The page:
Sartre has a rather intimidating reputation but I found The Age of Reason easy reading. Translated by Eric Sutton and with a helpful introduction by David Caute, this ‘Popular Penguin’ edition seems at one level to be like many another novel. It’s a chronological narrative with fairly orderly narrators giving the point-of-view of the main characters, and the plot is easy to follow.
It’s the story of Mathieu Delarue, a philosophy teacher, and his not-very-energetic efforts to find 4000 francs for his girlfriend Marcelle’s abortion. It’s quite interesting: Will he get the money? Who among his friends will he ask for it? What’s his relationship with those he asks? Do they refuse, and why? What then? Will she do something about it? Or does she really want to keep the baby? You could read this book at that level alone and enjoy it because it’s an engaging issue and the novel is well-written and constructed and the translation is good. Paris between the wars is its usual fascinating self, and the characterisation is fun: all sorts of odd-bods for Sartre to manipulate into interesting conversations.
Yet on another level, it’s stimulating reading. I got to the part where Mathieu tries to borrow the money from his rather priggish elder brother – who unlike almost everyone else actually has some money to lend – but he won’t. He has capitulated to conformity and married a woman with money, and he lectures Mathieu about the need to ‘grow up’. Mathieu is in his thirties and so has reached the ‘Age of Reason’, he says, and it’s about time he gave up all this phony clap-trap about ‘freedom’ because he’s living a life of domesticity anyway: he has a bourgeois job as a professor; he visits Marcelle four times a week; he’s not doing anything exciting with his life. Now it’s time he faced up to the responsibility of marriage and fatherhood, and stopped kidding himself about who he is:
You despise the bourgeois class, and yet you are a bourgeois, son and brother of a bourgeois, and you live like a bourgeois. (p107)
This conflict between Mathieu’s desire to be ‘free’ and the reality of his life is so contemporary it’s almost funny. He is like many men today who refuse to ‘commit’ and yet they live like committed men anyway – until the biological clock starts ticking and the woman gets broody. In the meantime they go on with the same sort of irresponsible nonsense as Mathieu, throwing money away on taxis and champagne and paying very little real attention to the women they profess to care about. Parenthood sends this type of man into total panic!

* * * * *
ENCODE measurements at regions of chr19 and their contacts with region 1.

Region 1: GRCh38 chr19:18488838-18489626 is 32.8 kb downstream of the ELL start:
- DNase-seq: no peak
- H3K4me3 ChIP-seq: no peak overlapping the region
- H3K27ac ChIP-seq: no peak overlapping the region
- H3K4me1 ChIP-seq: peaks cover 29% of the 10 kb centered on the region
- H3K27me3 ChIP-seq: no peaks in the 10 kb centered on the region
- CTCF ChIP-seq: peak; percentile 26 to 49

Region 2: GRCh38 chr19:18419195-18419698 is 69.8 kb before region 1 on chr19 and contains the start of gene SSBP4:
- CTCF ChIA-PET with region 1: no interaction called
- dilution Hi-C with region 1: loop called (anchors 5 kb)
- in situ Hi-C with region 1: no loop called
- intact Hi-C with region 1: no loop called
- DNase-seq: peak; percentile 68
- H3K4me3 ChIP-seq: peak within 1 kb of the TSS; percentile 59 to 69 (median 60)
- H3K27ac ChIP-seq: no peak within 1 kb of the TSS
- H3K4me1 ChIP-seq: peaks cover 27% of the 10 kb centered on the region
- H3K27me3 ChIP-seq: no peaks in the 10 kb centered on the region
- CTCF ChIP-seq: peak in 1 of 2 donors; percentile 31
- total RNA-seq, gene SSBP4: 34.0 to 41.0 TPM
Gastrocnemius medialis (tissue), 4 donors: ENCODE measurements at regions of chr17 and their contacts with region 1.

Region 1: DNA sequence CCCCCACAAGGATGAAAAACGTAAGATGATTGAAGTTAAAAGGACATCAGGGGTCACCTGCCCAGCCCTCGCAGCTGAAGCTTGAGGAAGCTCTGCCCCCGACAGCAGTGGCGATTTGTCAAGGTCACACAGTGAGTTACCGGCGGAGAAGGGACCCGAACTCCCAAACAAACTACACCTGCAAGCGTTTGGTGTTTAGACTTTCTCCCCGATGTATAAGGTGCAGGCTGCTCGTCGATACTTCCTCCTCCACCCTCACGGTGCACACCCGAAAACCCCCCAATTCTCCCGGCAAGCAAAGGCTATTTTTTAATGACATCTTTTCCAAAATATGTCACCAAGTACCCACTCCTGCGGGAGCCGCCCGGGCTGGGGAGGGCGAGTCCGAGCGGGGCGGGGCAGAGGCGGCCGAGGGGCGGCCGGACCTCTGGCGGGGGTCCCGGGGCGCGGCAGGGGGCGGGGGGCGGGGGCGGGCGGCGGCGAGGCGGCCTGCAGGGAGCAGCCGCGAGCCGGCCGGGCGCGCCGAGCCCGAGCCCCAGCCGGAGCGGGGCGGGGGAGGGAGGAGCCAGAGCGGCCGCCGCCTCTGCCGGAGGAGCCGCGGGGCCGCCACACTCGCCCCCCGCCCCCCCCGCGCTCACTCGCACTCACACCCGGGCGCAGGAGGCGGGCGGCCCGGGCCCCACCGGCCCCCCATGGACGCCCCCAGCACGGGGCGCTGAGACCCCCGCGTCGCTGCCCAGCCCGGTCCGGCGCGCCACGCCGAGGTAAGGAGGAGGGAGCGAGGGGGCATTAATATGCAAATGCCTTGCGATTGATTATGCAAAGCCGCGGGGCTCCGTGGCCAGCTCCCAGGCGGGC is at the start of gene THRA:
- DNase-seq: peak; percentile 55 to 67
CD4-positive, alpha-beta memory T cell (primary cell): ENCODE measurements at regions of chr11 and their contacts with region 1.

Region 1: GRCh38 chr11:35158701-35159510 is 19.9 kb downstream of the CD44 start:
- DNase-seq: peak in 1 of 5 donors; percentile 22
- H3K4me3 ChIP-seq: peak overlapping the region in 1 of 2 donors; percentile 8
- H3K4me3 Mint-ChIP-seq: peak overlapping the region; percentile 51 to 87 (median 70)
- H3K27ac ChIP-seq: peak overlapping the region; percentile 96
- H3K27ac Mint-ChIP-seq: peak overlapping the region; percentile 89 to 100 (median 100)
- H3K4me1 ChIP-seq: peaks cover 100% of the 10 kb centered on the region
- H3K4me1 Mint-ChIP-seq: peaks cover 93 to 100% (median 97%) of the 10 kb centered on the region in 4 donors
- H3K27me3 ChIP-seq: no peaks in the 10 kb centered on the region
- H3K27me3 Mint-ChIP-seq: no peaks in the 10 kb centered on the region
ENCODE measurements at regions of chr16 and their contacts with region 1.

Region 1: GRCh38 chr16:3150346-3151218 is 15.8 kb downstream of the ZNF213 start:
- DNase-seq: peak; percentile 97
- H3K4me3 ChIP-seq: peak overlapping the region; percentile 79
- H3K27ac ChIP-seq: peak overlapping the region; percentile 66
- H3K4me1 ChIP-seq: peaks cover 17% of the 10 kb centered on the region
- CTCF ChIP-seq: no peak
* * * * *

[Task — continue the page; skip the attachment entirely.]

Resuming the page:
Mathieu’s next attempt to get money is Brunet, a mate of his who would like him to join the Communist Party. Once again Sartre shows the bind that Mathieu is in: he’s tempted by the ideology but he doesn’t want to join anything or commit to anything. The spectre of war is looming; the Spanish Civil War is in the wings, but ‘freedom’ for him is this inconclusive ‘not yet’ neverland.
No wonder Brunet is irritated! He acknowledges (as a good Communist would) that Mathieu needed time to ‘set himself free’ from his bourgeois background but now that’s done he can’t understand Mathieu’s problem. He warns against delaying too long:
Tomorrow you will be too old, you will have acquired your little habits, you will be the slave of your own freedom. (p119)
But in a world where supporters of freedom should be standing up to defend it, Mathieu doesn’t feel opposed to the impending threats ‘violently enough’ (p122) and he’s sanguine about compromising a long-standing friendship with Brunet too.
All the relationships in this story are compromised by this preoccupation with freedom. Marcelle herself takes quite a while to recognise that the freedom she so passionately espouses means that Mathieu is actually imposing his will on her because he never allows her enough time to raise objections; and there is a poignant moment when it dawns on her that it is Daniel who’s the only one to ask her if she wants to keep the baby. The homosexual Daniel is a rather strange character whose motivation for sabotaging Mathieu’s relationship with Marcelle is never really clear, and the Russian émigrés Boris and Ivich are odd indeed. (Mathieu fancies Ivich (his student) but she’s too lost in her own erratic selfishness to fancy anybody; they swan around Paris together but nothing comes of it except some rather bizarre sequences involving self-harm; a dead body that isn’t, and an on-again/off-again theft).
What I really liked about this novel though, was the frequent ‘ah-ha!’ moment when the compartments into which Mathieu has organised his life begin to crack; his astonishment when he learns what Marcelle has been up to behind his back is rather droll. The knots he ties himself into are droll too: although he’s a salaried professor he doesn’t have any money because it’s conformist to save up; he tiptoes into Marcelle’s apartment so as not to disturb the woman who would be his mother-in-law as if he were a teenager; and he can’t define for himself what the difference is between bourgeois morality and decent behaviour except to decide that Marcelle should have a safe abortion and not a backyard one.
What he doesn’t seem to understand is that it’s her decision to make, not his.
Author: Jean-Paul Sartre
Title: The Age of Reason
Publisher: Popular Penguins, 2009
Source: Kingston Library